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5 Myths About the Fiscal Cliff

Discussion in 'News & Current Events' started by Revmitchell, Nov 30, 2012.

  1. Revmitchell

    Revmitchell Well-Known Member
    Site Supporter

    Feb 18, 2006
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    Myth #1: Democrats Want to Compromise, Republicans Do Not

    A plurality of Americans believe that if a compromise is not reached, Republicans will be mostly to blame. This should come as no surprise when much of the reporting on the fiscal cliff implies that House Republicans are the main obstacle to reaching an agreement.

    This is odd, though, considering that since the election Republican leaders have spoken often about compromise while Democratic leaders have more often been speaking about what they are not willing to compromise.

    Myth #2: Obama's Position is the Compromise Position

    During his 2008 campaign, President Obama said he wanted the Bush tax cuts to expire for those making more than $250,000 per year and to make the tax cuts permanent for everyone else. This was also his position throughout his first term and during his campaign for re-election this year.

    Democrats like to offer this position to Republicans as if this position is a "compromise" between themselves and Republicans. Offering to do what you want to do is not, however, a compromise. A true compromise would be somewhere between the president's and Republican's positions.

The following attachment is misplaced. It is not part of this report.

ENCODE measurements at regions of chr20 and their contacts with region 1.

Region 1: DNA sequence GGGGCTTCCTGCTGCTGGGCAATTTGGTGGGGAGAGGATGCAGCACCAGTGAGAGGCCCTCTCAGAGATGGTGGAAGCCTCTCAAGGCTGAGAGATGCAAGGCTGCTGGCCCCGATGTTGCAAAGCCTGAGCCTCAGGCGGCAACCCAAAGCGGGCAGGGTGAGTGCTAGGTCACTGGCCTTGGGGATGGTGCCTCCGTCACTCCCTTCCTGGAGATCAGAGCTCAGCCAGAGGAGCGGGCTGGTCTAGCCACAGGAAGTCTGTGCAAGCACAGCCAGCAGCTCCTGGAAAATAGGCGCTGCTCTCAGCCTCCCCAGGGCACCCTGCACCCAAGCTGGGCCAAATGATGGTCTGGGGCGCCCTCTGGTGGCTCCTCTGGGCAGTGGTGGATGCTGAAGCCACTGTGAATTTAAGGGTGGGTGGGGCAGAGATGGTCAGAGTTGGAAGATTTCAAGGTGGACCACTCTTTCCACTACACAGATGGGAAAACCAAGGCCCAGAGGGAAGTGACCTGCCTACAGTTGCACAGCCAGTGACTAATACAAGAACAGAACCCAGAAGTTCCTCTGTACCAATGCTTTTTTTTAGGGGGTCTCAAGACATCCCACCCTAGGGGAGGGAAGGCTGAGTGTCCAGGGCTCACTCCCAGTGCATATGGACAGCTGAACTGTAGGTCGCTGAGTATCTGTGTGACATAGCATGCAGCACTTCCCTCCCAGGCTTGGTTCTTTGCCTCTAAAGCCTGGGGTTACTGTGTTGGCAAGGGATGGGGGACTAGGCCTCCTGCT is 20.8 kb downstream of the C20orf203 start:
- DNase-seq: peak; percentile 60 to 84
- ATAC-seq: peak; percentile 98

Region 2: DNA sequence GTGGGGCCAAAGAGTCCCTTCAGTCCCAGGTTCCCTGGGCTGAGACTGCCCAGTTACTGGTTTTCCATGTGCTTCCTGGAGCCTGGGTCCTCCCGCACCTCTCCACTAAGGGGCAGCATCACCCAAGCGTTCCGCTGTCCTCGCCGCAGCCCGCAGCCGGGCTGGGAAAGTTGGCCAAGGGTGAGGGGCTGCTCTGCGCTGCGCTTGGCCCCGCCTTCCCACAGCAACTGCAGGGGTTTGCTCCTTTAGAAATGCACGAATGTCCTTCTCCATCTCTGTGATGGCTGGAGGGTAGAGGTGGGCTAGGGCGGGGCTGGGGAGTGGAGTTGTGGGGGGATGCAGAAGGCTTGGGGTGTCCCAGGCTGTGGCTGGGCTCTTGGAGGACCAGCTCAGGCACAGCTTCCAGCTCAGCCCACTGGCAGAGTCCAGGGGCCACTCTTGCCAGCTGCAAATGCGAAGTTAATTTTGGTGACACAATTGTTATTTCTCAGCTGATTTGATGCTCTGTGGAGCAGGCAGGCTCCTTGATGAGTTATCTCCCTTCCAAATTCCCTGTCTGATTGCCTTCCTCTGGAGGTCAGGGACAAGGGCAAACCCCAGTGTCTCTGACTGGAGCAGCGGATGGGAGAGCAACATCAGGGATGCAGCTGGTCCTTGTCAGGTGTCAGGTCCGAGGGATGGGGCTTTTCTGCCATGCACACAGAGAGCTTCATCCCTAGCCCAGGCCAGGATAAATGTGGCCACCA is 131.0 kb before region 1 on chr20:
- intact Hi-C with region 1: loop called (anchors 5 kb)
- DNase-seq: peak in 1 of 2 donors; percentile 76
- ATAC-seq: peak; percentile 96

Myth #3: Grover Norquist is the Problem

    With some of the reporting on the fiscal cliff, one might assume that everything would be resolved if not for Grover Norquist. Norquist, though, is not nearly as important as many imagine.

    Myth #4: Republicans Who Compromise Will Violate "the Pledge"

    The above is not to suggest that what Norquist thinks does not matter. While his influence is overblown, it is not insignificant. ATR can back primary challengers against those that they believe violated the anti-tax pledge, for instance.

    Much of what Norquist has said about the anti-tax pledge, though, is political posturing, as a 2011 interview with The Washington Post editorial board illustrates. In July of last year, Norquist said that failing to extend the Bush tax cuts would not be a violation of the pledge.

    "Not continuing a tax cut is not technically a tax increase," Norquist correctly noted.

    Myth #5: What Senators Think Matters

    Senators Saxby Chambliss (R-Ga.), Lindsey Graham (R-S.C.) and Bob Corker (R-Tenn.) this week noted that they would support additional revenue as part of a compromise. Many news reports and editorials followed, thus giving the misleading impression that senators matter in the fiscal cliff negotiations.

    Read more at http://www.christianpost.com/news/5-myths-about-the-fiscal-cliff-85719/#x5kS1YSJfG2EZVEw.99